• 30767: Statoil, completed; IP = 1,644
  • 30721: XTO, still a DUC
  • 23790: CLR, still a DUC
  • 30720: XTO: still a DUC
  • 23791: CLR, still a DUC
  • 31037: Statoil, still a DUC
  • 30880: EOG, completed; IP = 423
  • 23793: CLR, still a DUC
Note this well from 1Q16:
  • 31389, 131, Denbury Onshore, CHSU ML13-09SH 05, Cedar Hills, horizontal (but not fracked, of course), South Red River B, cum 42K 10/16

Back To 40 Rigs In North Dakota -- December 8, 2016

Eyes wide shut. MSNBC "Morning Joe" was a huge disappointment this morning -- at least the opening segment, even going so far as to try to link climate change with US life expectancy. No mention of Chicago homicides, overdose epidemic in Miami. The segment was mostly anti-Trump with regard to his cabinet selections and very, very pro-Obama and then concluded with their big story of the day: US life expectancy declines for first time since 1993. Yeah, that was the big headline story for "Morning Joe" and they wondered why Americans voted for Trump. Hellooooooo ..... who's been president for the past eight years? Also, there was no analysis of the reason life expectancy has gone down. According to the article: Rising fatalities from heart disease and stroke, diabetes, drug overdoses, accidents and other conditions. Homicides? Look at the graph. I just can't get too excited. And if one is excited about this, look at the underlying data.


Worth watching: short segment by Trump-appointee for Homeland Security. When he made this speech to "gold star" families, the general did not mention that he had lost his own son -- a lieutenant -- in Afghanistan. Watch from about 7:00 minutes on. The MSNBC crew were very, very supportive of both generals Mattis and Kelly. 

Russian Hacking -- US Election

Election fallout: MSNBC "Morning Joe" spent a lot of time on US government concern that Russian hacking may have affected outcome of the election. Maybe something will come of this, maybe not. But one has to ask the question, what is the "end-state" the politicians are looking for with regard to this issue?

Back To The Bakken

Active rigs:

Active Rigs4065191193181

RBN Energy: Westward natural gas flows into Texas on the rise.
Of the six interstate pipelines that account for most of the natural gas crossing the Texas/Louisiana state line, two have net flows that are westbound into Texas––something that would have been unthinkable just a few years ago. By the end of this decade—and maybe far sooner—Texas will be receiving more gas from Louisiana than vice versa, mostly due to planned pipeline reversals aimed at moving more Marcellus/Utica gas to Texas export markets. Today we continue our look at changing Texas gas flows, this time with a focus on the half-dozen most important pipelines at the Texas/Louisiana border.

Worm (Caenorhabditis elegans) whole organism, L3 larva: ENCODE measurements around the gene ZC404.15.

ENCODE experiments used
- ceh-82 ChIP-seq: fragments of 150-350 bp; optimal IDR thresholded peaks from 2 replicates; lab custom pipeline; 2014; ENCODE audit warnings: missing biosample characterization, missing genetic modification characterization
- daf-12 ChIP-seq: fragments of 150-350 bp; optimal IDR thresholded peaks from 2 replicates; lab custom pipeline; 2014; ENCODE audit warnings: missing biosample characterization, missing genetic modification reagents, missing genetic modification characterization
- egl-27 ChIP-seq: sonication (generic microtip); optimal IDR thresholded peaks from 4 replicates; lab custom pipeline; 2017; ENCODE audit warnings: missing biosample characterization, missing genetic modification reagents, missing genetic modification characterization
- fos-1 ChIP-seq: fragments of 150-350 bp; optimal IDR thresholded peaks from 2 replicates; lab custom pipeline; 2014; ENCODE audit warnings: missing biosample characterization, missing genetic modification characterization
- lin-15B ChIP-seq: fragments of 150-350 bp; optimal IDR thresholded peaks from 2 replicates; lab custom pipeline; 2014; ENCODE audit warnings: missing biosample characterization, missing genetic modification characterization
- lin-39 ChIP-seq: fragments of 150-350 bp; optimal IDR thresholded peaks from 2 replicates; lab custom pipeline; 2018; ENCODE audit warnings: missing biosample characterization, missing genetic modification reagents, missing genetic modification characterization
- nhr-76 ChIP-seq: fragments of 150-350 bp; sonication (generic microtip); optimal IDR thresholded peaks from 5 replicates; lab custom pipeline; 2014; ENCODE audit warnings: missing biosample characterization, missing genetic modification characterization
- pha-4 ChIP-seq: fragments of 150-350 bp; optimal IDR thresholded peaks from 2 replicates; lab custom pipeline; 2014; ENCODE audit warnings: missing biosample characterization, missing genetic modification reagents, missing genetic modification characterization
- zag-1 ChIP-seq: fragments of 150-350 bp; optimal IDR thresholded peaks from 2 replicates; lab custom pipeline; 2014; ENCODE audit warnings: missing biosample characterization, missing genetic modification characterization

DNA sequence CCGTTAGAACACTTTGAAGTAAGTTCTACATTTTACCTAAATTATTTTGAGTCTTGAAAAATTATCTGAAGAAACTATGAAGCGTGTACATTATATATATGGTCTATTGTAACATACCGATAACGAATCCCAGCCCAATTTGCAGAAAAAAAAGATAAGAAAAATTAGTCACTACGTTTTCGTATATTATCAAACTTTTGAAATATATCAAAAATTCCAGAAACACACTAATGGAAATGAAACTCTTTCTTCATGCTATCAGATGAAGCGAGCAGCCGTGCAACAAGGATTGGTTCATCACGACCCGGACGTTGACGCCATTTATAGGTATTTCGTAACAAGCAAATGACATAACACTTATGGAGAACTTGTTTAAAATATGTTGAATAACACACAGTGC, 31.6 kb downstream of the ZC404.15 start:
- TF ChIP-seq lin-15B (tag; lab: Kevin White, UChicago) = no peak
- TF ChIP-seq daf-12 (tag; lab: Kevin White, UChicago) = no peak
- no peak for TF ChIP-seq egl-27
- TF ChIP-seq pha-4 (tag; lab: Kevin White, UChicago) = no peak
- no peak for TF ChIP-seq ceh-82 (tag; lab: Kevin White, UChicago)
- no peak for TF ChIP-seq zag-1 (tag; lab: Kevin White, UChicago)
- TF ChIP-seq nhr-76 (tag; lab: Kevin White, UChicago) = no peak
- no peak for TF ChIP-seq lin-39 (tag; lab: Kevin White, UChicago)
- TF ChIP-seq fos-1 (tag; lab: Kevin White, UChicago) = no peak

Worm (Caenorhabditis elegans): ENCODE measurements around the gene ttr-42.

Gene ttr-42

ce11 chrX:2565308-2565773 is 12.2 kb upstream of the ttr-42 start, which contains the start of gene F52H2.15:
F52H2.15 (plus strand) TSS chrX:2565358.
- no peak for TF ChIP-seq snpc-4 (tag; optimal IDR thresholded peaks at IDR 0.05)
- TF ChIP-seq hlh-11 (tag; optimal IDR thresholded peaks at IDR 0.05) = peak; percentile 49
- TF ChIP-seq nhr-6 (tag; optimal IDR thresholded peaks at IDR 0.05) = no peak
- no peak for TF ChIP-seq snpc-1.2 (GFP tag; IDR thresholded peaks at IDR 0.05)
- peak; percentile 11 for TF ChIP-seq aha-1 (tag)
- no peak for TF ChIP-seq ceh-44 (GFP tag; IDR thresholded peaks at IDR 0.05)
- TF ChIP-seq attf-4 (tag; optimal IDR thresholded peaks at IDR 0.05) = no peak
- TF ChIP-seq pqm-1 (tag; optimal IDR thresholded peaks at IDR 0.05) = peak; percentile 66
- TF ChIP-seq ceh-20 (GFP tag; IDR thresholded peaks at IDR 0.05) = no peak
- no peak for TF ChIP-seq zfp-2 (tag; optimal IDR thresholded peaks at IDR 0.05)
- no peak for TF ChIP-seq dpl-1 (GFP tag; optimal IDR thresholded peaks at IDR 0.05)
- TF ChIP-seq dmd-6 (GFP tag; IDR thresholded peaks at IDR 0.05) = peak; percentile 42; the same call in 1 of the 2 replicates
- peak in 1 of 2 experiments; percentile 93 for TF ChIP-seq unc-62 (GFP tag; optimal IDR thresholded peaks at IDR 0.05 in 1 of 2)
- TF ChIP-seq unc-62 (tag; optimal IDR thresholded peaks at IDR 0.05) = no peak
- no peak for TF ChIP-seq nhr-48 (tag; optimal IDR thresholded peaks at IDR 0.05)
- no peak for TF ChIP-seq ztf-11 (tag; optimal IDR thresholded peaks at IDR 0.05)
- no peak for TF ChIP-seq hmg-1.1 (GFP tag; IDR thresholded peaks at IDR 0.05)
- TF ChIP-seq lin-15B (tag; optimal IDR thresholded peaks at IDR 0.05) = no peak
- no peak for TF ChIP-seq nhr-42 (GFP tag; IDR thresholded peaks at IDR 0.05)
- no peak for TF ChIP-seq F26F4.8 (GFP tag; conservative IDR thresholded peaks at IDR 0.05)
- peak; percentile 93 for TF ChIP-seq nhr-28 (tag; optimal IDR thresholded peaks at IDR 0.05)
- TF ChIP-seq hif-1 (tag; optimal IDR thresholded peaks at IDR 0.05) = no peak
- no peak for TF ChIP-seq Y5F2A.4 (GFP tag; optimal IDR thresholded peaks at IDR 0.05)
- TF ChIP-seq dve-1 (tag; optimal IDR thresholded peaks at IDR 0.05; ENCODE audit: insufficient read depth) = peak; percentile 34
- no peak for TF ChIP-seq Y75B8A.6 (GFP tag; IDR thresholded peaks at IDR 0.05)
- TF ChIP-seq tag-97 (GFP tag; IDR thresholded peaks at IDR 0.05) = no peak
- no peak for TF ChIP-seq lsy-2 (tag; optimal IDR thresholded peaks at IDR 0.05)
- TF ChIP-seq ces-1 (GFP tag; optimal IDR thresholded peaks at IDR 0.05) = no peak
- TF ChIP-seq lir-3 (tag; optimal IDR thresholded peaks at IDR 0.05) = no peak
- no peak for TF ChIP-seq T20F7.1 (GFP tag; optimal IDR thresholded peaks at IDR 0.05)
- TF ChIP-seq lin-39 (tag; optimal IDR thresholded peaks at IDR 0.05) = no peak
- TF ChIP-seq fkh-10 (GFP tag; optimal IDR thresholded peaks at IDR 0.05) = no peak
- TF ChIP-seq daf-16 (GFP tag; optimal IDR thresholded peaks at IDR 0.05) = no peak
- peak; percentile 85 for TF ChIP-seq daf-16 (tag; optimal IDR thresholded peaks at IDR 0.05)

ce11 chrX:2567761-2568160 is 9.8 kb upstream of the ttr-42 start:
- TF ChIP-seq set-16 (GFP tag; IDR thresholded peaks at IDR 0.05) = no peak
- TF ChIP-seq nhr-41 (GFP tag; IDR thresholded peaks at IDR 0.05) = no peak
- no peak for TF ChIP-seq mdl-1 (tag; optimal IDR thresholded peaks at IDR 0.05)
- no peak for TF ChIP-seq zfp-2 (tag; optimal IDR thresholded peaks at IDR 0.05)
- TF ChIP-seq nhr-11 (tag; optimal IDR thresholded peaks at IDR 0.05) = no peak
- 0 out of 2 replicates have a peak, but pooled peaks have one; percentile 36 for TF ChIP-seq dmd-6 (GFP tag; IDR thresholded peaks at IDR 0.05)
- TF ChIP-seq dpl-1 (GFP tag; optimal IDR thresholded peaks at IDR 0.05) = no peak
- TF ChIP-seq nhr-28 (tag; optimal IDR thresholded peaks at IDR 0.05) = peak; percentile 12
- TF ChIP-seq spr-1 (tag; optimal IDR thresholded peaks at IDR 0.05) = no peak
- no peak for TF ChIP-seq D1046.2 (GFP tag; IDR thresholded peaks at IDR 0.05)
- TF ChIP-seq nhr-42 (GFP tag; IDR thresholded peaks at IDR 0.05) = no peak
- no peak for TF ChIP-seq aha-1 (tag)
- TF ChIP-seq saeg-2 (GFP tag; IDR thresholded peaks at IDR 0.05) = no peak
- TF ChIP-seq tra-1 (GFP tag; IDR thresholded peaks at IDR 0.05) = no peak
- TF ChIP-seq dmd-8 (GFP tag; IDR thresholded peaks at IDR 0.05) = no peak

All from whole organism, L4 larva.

The natural gas flow patterns that characterized the U.S. energy-delivery sector for the decades preceding the Shale Revolution are gradually being undone, and Texas is more affected than most. The state remains the nation’s largest natural gas producer, and while output from the Eagle Ford, the Barnett Shale and other production areas is down, Texas still produces nearly twice as much gas as it consumes within its borders. But traditional Northeast and Midwest markets for Texas gas are being ceded to Marcellus/Utica producers, and more and more Northeast gas is flowing south/southwest to the western Gulf Coast, drawn by power/industrial demand, new LNG export terminals and rising pipeline-gas exports to Mexico.
We identified the five traditional “exit points” for gas leaving Texas (two through Louisiana, one each through Oklahoma and New Mexico, and one to eastern Mexico), and described how the flows of Texas gas to most other parts of the U.S. (except for the Southwest) have been falling fast. For example, flows through the corridor we define as Exit Point A into southern Louisiana (and from there to the U.S. Southeast) have plummeted 62% (to only 0.5 Bcf/d) in 2016 year to date compared to 2015, and in the past few months flows have actually flipped, with net flows now running west into southeastern Texas, not out of it. Meanwhile, flows of Texas gas into northern Louisiana (and from there to the U.S. Northeast and Midwest) through our Exit Point B corridor have averaged only 3.6 Bcf/d so far in 2016, down 25% from where they stood in 2014 (4.8 Bcf/d).